Firing Rumsfeld wouldn't change a thing

May 10, 2004|By Cynthia Tucker

ATLANTA - President Bush wants you to know he's angry with Donald H. Rumsfeld. The president had his press aides put out the word that he called the defense secretary on the carpet last week over the scandal growing out of abuse of Iraqi inmates by U.S. soldiers.

Mr. Rumsfeld, it turns out, never told the president about the pictures. And that has Mr. Bush rip-roaring mad.

The photographs, after all, made all the difference. Without them, the Bushites could still go around the country blithely declaring that things are going just fine in Iraq, despite some "rough patches" brought on by a "violent few." Without the photos, the president would never have been forced to give interviews to Arab TV networks or to apologize - apologize, for heaven's sake! - to Jordan's King Abdullah II. Without the pictures, it would have been business as usual.

Darn those pesky images!

Let's be clear about what happened at Abu Ghraib prison. This wasn't the sort of hazing to which Detective Sipowicz routinely subjects criminal suspects on NYPD Blue. This was abuse and torture that violates basic standards of human decency, much of it aimed at Iraqis who were not accused of terrorism.

The military investigation cited "numerous incidents of sadistic, blatant and wanton criminal abuses," including forcing male detainees to masturbate for the cameras and sodomizing at least one detainee with a chemical light or a broomstick.

Perhaps the most disturbing thing about the pictures is the smiling visages of American soldiers as they force naked Iraqi men into humiliating postures. They remind me of photographs of lynchings from the bitter days of Jim Crow, when white Southerners brought their families out to watch the torture and execution of black Southerners. In those photos, too, the torturers are all smiles.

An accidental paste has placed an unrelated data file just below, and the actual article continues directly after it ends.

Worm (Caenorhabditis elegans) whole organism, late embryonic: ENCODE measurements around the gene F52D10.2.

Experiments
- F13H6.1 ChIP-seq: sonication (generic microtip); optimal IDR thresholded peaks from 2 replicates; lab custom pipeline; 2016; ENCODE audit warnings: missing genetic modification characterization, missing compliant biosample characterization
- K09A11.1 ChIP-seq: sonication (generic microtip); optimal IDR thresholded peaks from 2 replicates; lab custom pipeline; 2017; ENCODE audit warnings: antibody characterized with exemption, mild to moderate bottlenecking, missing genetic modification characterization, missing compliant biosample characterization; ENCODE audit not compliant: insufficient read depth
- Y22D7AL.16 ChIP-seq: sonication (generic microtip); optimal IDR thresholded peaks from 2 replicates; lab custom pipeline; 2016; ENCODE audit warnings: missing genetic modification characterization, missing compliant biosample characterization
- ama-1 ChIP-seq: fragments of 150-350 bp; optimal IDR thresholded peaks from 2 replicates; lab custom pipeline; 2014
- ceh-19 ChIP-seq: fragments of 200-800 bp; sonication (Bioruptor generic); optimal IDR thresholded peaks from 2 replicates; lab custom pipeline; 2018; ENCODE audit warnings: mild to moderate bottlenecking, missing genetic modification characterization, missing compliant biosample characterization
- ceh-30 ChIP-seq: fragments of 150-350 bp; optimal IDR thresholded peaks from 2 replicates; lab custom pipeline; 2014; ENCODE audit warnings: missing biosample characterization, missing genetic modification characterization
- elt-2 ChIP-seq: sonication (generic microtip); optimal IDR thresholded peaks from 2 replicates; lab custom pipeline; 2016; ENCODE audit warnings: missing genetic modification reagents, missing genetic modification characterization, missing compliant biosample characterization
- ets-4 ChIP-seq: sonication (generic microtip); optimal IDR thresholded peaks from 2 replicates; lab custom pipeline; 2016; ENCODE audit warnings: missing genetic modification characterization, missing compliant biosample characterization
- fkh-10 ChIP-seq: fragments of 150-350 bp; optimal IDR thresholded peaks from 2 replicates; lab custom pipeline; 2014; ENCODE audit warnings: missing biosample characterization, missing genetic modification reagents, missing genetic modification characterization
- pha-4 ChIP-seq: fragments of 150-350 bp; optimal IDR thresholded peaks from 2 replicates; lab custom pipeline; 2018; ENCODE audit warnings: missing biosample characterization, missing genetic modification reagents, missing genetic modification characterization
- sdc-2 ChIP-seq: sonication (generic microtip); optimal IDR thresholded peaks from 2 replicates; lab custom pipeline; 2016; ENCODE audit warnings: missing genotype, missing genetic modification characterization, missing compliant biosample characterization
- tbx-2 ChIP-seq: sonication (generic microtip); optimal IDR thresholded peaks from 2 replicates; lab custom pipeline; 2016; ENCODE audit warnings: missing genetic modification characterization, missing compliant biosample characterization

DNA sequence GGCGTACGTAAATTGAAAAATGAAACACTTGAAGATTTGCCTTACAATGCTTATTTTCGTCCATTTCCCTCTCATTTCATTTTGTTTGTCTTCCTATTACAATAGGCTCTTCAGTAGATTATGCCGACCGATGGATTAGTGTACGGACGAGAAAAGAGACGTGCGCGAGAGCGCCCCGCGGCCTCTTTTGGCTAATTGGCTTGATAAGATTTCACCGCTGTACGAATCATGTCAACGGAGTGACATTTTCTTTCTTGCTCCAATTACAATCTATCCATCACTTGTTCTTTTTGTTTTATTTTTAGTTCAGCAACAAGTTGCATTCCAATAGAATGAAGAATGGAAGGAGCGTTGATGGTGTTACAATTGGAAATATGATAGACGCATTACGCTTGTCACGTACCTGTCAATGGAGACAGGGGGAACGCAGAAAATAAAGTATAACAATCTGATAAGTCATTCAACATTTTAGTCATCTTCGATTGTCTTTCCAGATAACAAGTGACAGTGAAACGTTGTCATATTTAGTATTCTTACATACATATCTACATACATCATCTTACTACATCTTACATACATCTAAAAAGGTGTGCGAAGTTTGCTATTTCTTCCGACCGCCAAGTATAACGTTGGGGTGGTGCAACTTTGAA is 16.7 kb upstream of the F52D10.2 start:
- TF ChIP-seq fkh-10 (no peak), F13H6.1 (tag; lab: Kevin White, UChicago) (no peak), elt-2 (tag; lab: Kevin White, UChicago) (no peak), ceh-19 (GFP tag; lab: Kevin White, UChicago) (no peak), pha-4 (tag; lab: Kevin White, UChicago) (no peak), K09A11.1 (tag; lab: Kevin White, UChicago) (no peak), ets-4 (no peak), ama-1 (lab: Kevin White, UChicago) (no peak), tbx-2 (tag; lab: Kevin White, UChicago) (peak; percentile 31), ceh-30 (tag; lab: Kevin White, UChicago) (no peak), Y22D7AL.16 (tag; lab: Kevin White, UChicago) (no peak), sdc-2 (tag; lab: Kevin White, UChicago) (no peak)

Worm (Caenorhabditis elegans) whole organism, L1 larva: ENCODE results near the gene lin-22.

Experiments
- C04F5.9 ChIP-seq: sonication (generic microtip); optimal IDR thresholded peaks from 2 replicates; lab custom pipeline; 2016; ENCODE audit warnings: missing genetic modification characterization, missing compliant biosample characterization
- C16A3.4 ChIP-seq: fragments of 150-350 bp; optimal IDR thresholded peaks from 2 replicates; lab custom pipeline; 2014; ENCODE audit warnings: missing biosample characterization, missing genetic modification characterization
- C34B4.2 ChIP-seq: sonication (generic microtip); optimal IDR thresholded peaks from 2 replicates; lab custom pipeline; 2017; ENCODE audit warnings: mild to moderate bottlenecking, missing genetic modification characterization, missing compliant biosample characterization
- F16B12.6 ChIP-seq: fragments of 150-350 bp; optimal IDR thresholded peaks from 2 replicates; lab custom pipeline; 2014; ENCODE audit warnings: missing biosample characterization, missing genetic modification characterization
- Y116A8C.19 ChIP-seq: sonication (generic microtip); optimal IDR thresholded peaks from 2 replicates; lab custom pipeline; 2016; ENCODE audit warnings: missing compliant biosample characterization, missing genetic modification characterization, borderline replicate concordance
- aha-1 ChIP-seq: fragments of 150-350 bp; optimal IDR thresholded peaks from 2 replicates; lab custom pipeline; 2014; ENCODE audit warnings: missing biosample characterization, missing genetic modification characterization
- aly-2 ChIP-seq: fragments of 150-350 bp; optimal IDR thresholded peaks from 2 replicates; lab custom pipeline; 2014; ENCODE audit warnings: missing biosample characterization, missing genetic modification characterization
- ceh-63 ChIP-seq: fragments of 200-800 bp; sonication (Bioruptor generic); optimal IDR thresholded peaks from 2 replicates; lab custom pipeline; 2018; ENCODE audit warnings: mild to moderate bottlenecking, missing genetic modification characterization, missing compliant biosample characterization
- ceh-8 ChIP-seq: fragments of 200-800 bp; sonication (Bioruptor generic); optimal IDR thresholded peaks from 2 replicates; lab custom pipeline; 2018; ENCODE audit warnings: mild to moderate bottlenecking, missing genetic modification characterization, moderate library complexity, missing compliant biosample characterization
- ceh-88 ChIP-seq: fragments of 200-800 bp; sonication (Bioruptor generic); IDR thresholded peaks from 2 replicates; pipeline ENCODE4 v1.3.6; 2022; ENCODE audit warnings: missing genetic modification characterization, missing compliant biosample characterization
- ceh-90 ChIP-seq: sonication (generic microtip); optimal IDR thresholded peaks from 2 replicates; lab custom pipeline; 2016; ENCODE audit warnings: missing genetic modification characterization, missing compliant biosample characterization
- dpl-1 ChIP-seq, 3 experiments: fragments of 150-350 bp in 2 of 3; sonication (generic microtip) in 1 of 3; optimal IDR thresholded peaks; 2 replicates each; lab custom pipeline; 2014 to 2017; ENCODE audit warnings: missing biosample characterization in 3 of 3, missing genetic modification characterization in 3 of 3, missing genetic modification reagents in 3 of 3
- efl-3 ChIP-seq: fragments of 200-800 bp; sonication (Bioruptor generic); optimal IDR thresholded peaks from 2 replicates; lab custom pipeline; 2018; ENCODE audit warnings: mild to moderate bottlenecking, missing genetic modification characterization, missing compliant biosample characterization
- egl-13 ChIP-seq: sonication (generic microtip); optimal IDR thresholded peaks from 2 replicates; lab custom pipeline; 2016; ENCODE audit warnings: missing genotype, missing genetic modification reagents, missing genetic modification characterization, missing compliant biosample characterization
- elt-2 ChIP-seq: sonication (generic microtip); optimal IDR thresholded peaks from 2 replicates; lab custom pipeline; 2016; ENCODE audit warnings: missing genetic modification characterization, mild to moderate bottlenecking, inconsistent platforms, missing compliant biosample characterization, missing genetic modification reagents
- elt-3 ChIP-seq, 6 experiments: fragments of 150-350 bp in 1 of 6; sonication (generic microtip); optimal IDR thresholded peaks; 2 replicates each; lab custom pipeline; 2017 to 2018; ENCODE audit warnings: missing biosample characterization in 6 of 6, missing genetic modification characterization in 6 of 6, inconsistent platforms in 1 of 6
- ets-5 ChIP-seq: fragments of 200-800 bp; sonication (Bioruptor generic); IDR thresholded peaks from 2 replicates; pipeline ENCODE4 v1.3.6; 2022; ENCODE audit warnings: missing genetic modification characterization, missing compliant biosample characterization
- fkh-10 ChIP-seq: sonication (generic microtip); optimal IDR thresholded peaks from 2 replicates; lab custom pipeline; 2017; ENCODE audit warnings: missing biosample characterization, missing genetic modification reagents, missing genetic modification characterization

The White House acknowledges that Mr. Rumsfeld alerted the president several weeks ago to a sweeping investigation of complaints of abuse and torture of prisoners by U.S. soldiers, not just in Iraq but also in Afghanistan. But Mr. Bush never bothered to read the full report. For that matter, neither did Mr. Rumsfeld. He complained in a TV interview that the documents are "a mountain of paper."

So neither man had any deep and abiding concern over the fact that U.S. soldiers were emulating some of the methods of torture employed by Saddam Hussein. Neither seemed to care that humiliating Iraqi prisoners would set back the cause of establishing a pro-Western democracy in Iraq.

Because of the uproar provoked by the pictures, not just Democrats but also Republicans are beginning to suggest that Mr. Rumsfeld should be fired. It is, admittedly, a prospect with a certain appeal: Who would mourn the sacking of the swaggering, cocksure defense secretary?

But it wouldn't change a thing. Mr. Rumsfeld is no errant incompetent in an administration full of hard-nosed realists, men and women dedicated to righting their policies when they discover that things have gone awry. No, indeed. He is a perfect representative of a group of people so convinced of their own righteousness that they can rarely be troubled with inconvenient facts.

Nor would Mr. Rumsfeld's resignation change this ugly truth, only now becoming visible as it plays out in Iraq: Inevitably, inexorably, occupation breeds barbarity and inhumanity in the occupier, like a virus that flourishes in dark places.

As the French became ever more savage in their attempts to pacify the Algerians, as the Japanese brutalized the Chinese in World War II, so will more young American men and women become brutish in their treatment of Iraqis. Mr. Bush and administration officials are working hard to portray the outrages at Abu Ghraib as isolated examples, just a few soldiers gone bad. Would that it were so.

Whether Mr. Rumsfeld stays or goes, the U.S. occupation of Iraq is bound to grow uglier still.

Cynthia Tucker is editorial page editor for The Atlanta Journal-Constitution. Her column appears Mondays in The Sun.

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